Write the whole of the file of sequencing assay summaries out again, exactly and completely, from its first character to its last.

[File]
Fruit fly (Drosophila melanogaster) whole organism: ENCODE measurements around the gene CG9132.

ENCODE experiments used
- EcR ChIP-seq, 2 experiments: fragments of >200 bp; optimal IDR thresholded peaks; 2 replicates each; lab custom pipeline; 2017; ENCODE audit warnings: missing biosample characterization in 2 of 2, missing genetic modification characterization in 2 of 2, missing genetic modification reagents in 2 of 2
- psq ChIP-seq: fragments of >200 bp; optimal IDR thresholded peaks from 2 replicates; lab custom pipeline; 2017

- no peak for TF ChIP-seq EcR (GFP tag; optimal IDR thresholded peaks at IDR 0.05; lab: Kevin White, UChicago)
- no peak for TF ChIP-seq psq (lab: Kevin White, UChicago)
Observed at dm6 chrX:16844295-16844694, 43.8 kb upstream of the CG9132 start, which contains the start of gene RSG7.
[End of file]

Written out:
Fruit fly (Drosophila melanogaster) whole organism: ENCODE measurements around the gene CG9132.

ENCODE experiments used
- EcR ChIP-seq, 2 experiments: fragments of >200 bp; optimal IDR thresholded peaks; 2 replicates each; lab custom pipeline; 2017; ENCODE audit warnings: missing biosample characterization in 2 of 2, missing genetic modification characterization in 2 of 2, missing genetic modification reagents in 2 of 2
- psq ChIP-seq: fragments of >200 bp; optimal IDR thresholded peaks from 2 replicates; lab custom pipeline; 2017

- no peak for TF ChIP-seq EcR (GFP tag; optimal IDR thresholded peaks at IDR 0.05; lab: Kevin White, UChicago)
- no peak for TF ChIP-seq psq (lab: Kevin White, UChicago)
Observed at dm6 chrX:16844295-16844694, 43.8 kb upstream of the CG9132 start, which contains the start of gene RSG7.